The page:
Funders for LGBTQ Issues;
We are pleased to present The 2017–2018 Global Resources Report: Government and Philanthropic Support for Lesbian, Gay, Bisexual, Transgender, and Intersex Communities, a comprehensive report on the state of foundation and government funding for lesbian, gay, bisexual, transgender, and intersex (LGBTI) issues. This report documents data on 19,764 grants awarded by 800 foundations, intermediary NGOs, and corporations and by 15 donor government and multilateral agencies over the two-year period of 2017–2018. The report provides detailed data on the distribution of LGBTI funding by geography, issue, strategy, and population focus, offering a tool for identifying trends, gaps, and opportunities in the rapidly changing landscape of LGBTI funding.
The 2017–2018 Global Resources Report builds on two previous editions, which focused on grantmaking in the calendar years 2013–2014 and 2015–16. With this third edition, we have now documented comprehensive data through six calendar years of grantmaking, allowing us to conduct a deeper analysis of LGBTI funding trend lines over time. In many sections of this report, we offer a comparison with the previous report documenting 2015–16, and in some key places we share analysis across the full six-year period.
This third report represents a continuing and evolving collaboration between two philanthropic networks, Global Philanthropy Project and Funders for LGBTQ Issues. The trust developed between these networks has enabled us to adjust the report development process over time as we identify opportunities to activate the unique competencies and assets of both networks. In this iteration of the process, Global Philanthropy Project coordinated development and analysis of the data from foundations and corporations based outside of the United States (U.S.) and from all government and multilateral institutions. Funders for LGBTQ Issues coordinated development and analysis of the data from foundations and corporations based in the U.S., and provided generous overall guidance based on more than a decade of experience producing the comprehensive annual U.S. domestic tracking report on LGBTQI funding.
Dangerous Speech Project;
In its early life the internet inspired optimism that it would improve the world and its people, but that has been supplanted by alarm about harmful, often viral words and images. Though the vast majority of online content is still innocuous or beneficial, the internet is also polluted by hatred: some individuals and groups suffer harassment or attacks, while others are exposed to content that inspires them to hate or fear other people, or even to commit mass murder.
Hateful and harmful messages are so widespread online that the problem is not specific to any culture or country, nor can such content be easily classified under terms like "hate speech" or "extremism": it is too varied. Even the people who produce harmful content, and their motivations for doing so, are diverse. Online service providers (OSPs) have built systems to diminish harmful content, but those are inadequate for the complex task at hand and have fundamental flaws that cannot be solved by tweaking the rules, as the companies have been doing so far. The stakeholders who have the least say in how speech is regulated are precisely those who are subject to that regulation: internet users. "I've come to believe that we shouldn't make so many important decisions about speech on our own," Mark Zuckerberg, the CEO and a founder of Facebook, wrote last year. He is correct.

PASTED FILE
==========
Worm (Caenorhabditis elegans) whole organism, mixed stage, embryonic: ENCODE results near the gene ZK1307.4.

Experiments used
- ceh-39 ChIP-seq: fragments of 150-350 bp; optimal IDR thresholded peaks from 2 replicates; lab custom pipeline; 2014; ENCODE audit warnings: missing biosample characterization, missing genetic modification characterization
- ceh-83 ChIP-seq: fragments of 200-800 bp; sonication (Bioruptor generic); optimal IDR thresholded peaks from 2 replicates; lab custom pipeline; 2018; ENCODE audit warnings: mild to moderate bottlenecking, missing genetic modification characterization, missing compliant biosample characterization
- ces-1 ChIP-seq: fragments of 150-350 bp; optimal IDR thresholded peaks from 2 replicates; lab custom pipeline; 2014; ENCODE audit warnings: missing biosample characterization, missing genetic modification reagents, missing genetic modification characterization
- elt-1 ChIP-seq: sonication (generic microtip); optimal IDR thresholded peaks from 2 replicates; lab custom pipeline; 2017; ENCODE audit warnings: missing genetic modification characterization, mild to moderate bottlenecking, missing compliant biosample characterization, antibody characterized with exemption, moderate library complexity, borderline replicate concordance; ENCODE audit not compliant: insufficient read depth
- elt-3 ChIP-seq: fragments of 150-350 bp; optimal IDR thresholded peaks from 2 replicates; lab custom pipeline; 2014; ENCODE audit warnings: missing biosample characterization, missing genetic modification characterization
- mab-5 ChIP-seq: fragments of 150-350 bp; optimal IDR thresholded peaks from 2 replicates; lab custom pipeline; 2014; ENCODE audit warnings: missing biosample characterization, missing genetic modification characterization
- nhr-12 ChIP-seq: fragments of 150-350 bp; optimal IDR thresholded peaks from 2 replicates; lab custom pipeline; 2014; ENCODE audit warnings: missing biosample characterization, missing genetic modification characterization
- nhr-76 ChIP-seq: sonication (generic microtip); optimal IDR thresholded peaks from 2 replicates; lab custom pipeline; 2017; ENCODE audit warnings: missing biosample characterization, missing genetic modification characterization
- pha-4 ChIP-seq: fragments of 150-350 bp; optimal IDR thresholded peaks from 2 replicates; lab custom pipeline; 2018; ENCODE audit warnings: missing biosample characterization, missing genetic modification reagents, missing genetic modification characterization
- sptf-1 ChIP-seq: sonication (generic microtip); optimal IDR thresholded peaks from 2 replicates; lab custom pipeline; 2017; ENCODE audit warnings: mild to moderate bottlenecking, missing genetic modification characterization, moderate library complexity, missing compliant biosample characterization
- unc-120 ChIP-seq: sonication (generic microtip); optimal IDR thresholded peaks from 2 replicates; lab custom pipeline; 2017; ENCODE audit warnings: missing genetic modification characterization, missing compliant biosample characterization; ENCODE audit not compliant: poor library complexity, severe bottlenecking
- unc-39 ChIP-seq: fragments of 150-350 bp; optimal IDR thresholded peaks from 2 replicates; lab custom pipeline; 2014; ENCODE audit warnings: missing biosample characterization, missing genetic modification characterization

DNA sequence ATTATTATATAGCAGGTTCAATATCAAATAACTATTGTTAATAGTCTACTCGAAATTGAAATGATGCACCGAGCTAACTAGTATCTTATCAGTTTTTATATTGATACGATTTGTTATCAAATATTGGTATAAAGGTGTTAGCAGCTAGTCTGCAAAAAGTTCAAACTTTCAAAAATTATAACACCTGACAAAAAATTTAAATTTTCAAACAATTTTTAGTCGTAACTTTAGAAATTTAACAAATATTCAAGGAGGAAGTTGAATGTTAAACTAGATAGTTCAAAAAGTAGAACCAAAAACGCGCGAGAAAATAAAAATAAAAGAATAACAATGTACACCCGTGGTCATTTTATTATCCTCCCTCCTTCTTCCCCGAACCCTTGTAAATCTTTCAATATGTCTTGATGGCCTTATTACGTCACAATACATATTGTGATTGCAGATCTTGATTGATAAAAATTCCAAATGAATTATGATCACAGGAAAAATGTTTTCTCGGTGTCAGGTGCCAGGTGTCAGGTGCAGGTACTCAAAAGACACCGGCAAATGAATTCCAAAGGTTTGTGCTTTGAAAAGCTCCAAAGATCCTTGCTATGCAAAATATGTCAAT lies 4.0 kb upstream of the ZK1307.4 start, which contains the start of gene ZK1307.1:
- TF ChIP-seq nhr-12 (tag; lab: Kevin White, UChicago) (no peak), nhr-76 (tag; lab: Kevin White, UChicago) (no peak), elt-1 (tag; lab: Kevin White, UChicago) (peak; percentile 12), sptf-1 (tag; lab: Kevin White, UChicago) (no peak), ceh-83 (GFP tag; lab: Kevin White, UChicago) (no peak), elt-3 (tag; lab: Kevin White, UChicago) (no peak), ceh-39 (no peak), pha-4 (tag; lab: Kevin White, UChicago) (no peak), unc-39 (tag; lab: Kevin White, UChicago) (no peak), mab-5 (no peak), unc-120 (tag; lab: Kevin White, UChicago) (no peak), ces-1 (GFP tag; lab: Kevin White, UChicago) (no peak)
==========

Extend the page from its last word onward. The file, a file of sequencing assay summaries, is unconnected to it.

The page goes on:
Daunting though the problem is, there are many opportunities for improvement, but they have been largely overlooked. The widespread distress about it is itself an opportunity, since that means millions of people are paying attention, and it will take broad participation to build online norms against harmful content. Such mass participation is neither far-fetched nor unfamiliar: many beneficial campaigns and social movements have been born and developed thanks to mass participation online.
This paper offers a set of specific proposals for better describing harmful content online and for reducing the damage it causes, while protecting freedom of expression. The ideas are mainly meant for OSPs since they regulate the vast majority of online content; taken together they operate the largest system of censorship the world has ever known, controlling more human communication than any government. Governments, for their part, have tried to berate or force the companies into changing their policies, with limited and often repressive results. For these reasons, this paper focuses on what OSPs should do to diminish harmful content online.
The proposals focus on the rules that form the basis of each regulation system, as well as on other crucial steps in the regulatory process, such as communicating rules to platform users, giving multiple stakeholders a role in regulation, and enforcement of the rules.